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Frontiers of Environmental Science & Engineering

Front. Environ. Sci. Eng.    2015, Vol. 9 Issue (2) : 230-239
Study on HCl removal for medical waste pyrolysis and combustion using a TG-FTIR analyzer
Hongmei ZHU1,*(),Weiying CHEN2,Xuguang JIANG3,Jianhua YAN3,Yong CHI3
1. College of Automation, Hangzhou Dianzi University, Hangzhou 310018, China
2. Hangzhou Boiler Group Co. Ltd., Hangzhou 310021, China
3. State Key Laboratory of Clean Energy Utilization, Zhejiang University, Hangzhou 310013, China
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Under both pyrolysis and combustion condition, HCl removal efficiency for medical waste with Ca-based additives was semi-quantitatively studied by means of TG-FTIR. Additionally, the difference of HCl removal efficiency for PVC and medical waste was compared. Experimental results showed that: 1) Thermal degradation of medical waste mainly took place in two steps under both pyrolysis and combustion condition; 2) HCl emitted at both two steps and HCl concentration increased with the increased of Cl ratio in the medical waste; 3) for the same additive, HCl concentration decreased with the increased of additives amount, that is to say, HCl removal efficiency of medical waste increased as the increased of Ca/Cl molar ratio. Fourth, when Ca(OH)2 was used as additive, HCl removal efficiency for medical waste combustion was a little higher than that for medical waste pyrolysis, but either CaCO3 or CaO was used as additive, it was just opposite, more specifically, when CaCO3 was used as additive with Ca/Cl=1.3, HCl removal efficiency was 5.49% under pyrolysis condition, but that was only 4.24% under combustion condition. Fifth, under the same Ca/Cl molar ratio, HCl removal efficiency for PVC was higher than that for medical waste under both pyrolysis and combustion condition, more specifically, when Ca(OH)2 was used as additive with Ca/Cl=1, HCl removal efficiency was 64.51% for PVC, but that was only 27.66% for medical waste pyrolysis with 4% Cl under pyrolysis condition.

Keywords pollution      medical waste      pyrolysis      combustion      TG-FTIR      HCl removal     
Corresponding Authors: Hongmei ZHU   
Online First Date: 18 February 2014    Issue Date: 13 February 2015
 Cite this article:   
Hongmei ZHU,Weiying CHEN,Xuguang JIANG, et al. Study on HCl removal for medical waste pyrolysis and combustion using a TG-FTIR analyzer[J]. Front. Environ. Sci. Eng., 2015, 9(2): 230-239.
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Hongmei ZHU
Weiying CHEN
Xuguang JIANG
Jianhua YAN
Yong CHI
Fig.1  HCl concentration at various temperatures under different Cl ratio
item composed of simulative medical waste/% ratio of water containing/%
paper plastic glass gauze organic matter food residue from inpatient from outpatient
average 23.5 7.7 27.4 14.8 20.4 6.2 68.9 44.1
average of water containing 56.4
Tab.1  The composed of simulative medical waste
sample proximate analysis /%
Ma Ab volatiles fixed carbon
PVC 0.26 0.32 91.01 8.41
paper 7.01 3.85 82.43 6.71
PP 0.12 99.88
gauze 6.46 0.19 89.99 3.36
organic matter 6.68 4.54 81.54 7.24
food residue 13.24 0.96 75.00 10.80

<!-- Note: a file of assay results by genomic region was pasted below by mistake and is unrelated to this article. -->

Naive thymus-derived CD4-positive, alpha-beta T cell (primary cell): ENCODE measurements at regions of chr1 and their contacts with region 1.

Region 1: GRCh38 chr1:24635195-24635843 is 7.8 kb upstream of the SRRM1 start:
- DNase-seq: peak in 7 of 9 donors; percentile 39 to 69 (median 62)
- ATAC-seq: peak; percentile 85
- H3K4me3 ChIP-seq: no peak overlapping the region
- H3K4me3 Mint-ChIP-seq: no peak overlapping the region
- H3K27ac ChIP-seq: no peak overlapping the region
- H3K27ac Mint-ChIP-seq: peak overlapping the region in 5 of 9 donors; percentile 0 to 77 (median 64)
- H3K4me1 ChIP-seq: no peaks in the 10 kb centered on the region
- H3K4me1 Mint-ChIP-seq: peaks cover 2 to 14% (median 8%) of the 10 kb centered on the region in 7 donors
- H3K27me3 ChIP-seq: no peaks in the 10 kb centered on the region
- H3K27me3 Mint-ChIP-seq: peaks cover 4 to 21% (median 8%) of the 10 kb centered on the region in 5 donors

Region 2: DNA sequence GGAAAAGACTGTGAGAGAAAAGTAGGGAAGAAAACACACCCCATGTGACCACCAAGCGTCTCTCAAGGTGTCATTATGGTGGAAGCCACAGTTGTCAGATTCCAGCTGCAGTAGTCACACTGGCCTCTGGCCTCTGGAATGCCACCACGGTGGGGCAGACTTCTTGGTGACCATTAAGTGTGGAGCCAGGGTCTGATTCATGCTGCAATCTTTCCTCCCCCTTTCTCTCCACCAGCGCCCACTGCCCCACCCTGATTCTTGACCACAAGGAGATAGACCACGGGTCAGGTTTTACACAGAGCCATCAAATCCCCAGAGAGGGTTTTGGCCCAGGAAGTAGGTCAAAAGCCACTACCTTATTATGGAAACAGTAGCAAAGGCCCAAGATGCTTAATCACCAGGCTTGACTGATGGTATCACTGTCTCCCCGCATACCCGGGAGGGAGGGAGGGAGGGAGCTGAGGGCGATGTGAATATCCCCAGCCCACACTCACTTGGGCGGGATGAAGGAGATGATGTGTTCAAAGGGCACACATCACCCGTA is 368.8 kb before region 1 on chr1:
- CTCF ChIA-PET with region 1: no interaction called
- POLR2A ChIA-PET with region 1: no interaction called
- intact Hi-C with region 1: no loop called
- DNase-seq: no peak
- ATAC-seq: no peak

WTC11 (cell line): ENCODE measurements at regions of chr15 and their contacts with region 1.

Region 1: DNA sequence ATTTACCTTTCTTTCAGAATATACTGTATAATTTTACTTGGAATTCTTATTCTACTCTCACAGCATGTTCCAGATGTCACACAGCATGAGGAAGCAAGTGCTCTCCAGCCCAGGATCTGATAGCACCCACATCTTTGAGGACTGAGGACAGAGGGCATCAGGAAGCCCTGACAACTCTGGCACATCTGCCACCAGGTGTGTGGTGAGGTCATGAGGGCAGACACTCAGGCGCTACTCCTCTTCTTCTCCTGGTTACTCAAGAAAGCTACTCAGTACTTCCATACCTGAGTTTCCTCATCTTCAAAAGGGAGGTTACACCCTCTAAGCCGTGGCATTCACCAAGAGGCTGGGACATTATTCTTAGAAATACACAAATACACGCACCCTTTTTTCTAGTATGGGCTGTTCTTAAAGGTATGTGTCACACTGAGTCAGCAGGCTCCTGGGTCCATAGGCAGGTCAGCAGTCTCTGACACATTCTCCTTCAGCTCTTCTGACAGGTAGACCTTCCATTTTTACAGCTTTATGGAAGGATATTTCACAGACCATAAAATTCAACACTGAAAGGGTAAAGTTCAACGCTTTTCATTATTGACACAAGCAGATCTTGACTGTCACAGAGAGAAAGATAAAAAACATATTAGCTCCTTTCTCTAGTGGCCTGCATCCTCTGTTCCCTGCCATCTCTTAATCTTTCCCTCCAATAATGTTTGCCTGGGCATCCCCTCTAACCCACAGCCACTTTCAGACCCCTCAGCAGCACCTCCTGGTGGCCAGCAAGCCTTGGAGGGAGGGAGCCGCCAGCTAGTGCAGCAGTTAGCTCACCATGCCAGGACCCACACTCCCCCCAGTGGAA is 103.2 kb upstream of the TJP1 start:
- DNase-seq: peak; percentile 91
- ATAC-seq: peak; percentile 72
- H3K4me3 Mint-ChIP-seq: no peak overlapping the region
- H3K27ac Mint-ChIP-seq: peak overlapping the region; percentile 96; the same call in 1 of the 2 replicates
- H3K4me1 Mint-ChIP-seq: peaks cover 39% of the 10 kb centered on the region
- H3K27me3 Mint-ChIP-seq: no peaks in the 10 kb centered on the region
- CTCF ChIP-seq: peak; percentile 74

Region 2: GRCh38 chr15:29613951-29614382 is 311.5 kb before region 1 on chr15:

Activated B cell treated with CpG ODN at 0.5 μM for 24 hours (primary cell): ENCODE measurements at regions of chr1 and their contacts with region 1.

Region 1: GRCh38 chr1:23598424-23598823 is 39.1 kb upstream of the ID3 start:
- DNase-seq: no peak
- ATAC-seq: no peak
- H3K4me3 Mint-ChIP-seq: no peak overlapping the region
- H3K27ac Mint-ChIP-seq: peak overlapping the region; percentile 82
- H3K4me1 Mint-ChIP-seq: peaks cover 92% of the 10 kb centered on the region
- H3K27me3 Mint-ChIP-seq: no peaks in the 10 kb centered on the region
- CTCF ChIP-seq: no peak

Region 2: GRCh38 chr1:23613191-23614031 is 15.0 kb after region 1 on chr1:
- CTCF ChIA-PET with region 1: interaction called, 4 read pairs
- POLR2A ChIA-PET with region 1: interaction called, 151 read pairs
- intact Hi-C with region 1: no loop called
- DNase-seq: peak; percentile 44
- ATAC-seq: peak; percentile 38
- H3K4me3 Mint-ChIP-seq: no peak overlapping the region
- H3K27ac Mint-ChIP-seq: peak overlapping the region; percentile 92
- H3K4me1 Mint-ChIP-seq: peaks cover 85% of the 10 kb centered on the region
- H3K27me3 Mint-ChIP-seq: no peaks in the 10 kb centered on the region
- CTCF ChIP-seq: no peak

Tab.2  Proximate analysis of materials
sample ultimate analysis /% QHHV/(MJ·kg-1)
Cad Had Oad Nad St,ad
PVC 41.55 4.81 52.95(Cl) 0.09 0.02 21.699
paper 45.71 5.96 37.18 0.16 0.13 18.137
PP 81.80 10.00 7.94 0.09 0.05 46.994
gauze 41.93 8.40 42.81 0.18 0.03 15.824
organic matter 53.66 7.96 15.21 11.62 0.33 22.124
food residue 37.25 5.40 41.56 1.48 0.11 14.379
Tab.3  Ultimate analysis of materials
Fig.2  The scheme of experiment apparatus system
Fig.3  HCl emission from medical waste pyrolysis
Fig.4  The absorbance area of HCl from medical waste pyrolysis
Fig.5  TG/DTG for medical waste pyrolysis (Cl=4%)
Fig.6  TG/DTG for medical waste with combustion(Cl=4%)
sample molar Ca/Cl HCl integral value release ratio/% HCl removal efficiency, η /% Caactual/%
medical waste (mw) 0.01511 100 0.00 0.00
mw: CaCO3 1:1.3 0.01428 94.51 5.49 2.11
1:2.6 0.01399 92.59 7.41 1.43
1:3.9 0.01386 91.73 8.27 1.06
mw: CaO 1:1.8 0.01014 67.11 32.89 9.13
1:3.6 0.00833 55.13 44.87 6.23
1:5.4 0.00653 43.22 56.78 5.26
mw: Ca(OH)2 1:1 0.01093 72.34 27.66 13.83
1:2 0.00923 61.09 38.91 9.73
1:3 0.00843 55.79 44.21 7.37
Tab.4  HCl removal efficiency and actual additive utilization for medical waste pyrolysis with 4% Cl under different Ca-based additives
Fig.7  HCl removal efficiency for medical waste pyrolysis
Fig.8  HCl emission for medical waste combustion
Fig.9  HCl removal efficiency and actual additive utilization for medical waste pyrolysis and combustion. (a) CaCO3 when Ca/Cl=1.3, (b) CaO when Ca/Cl=1.8, (c) Ca(OH)2 when Ca/Cl=1.0
Fig.10  HCl removal efficiency and Caactual for PVC pyrolysis and medical waste pyrolysis at certain Ca/Cl. (a) CaCO3 when Ca/Cl=1.3; (b) CaO when Ca/Cl=1.5 for PVC and Ca/Cl=1.8 for medical waste; (c) Ca(OH)2 when Ca/Cl=1.0
Fig.11  HCl removal efficiency for PVC pyrolysis and medical waste pyrolysis at different Ca/Cl
ni moles, mol
Pi gas partial pressure, atm
Xi mole fraction, dimensionless
γi activity coefficient, dimensionless
g i 0 standard molar Gibbs energy, KJ·mol-1
R universal gas constant, 8.314 J·(mol·K)-1
c the integral absorbance, cm-1
ν ? the wavenumber selected for the measurement, cm-1
A ( ν ? ) the measured absorbance under ν ? , dimensionless
D integral of c with respect to time, cm-1·s
t time, s
n ( ν ? ) the total amount of the compound of interest evolved during the (t0,t1), mol
K scale coefficient, mol·cm·s-1
c ( ν ? ) absorbance under wavenumber ν ? , dimensionless
η HCl removal efficiency, %
Caactual actual additive utilization, %
( C a C l ) a c u t a l actual Ca/Cl molar ratio, dimensionless
( C a C l ) s t o i the stoichiometric Ca/Cl molar ratio, dimensionless
Tab.5  Symbols:
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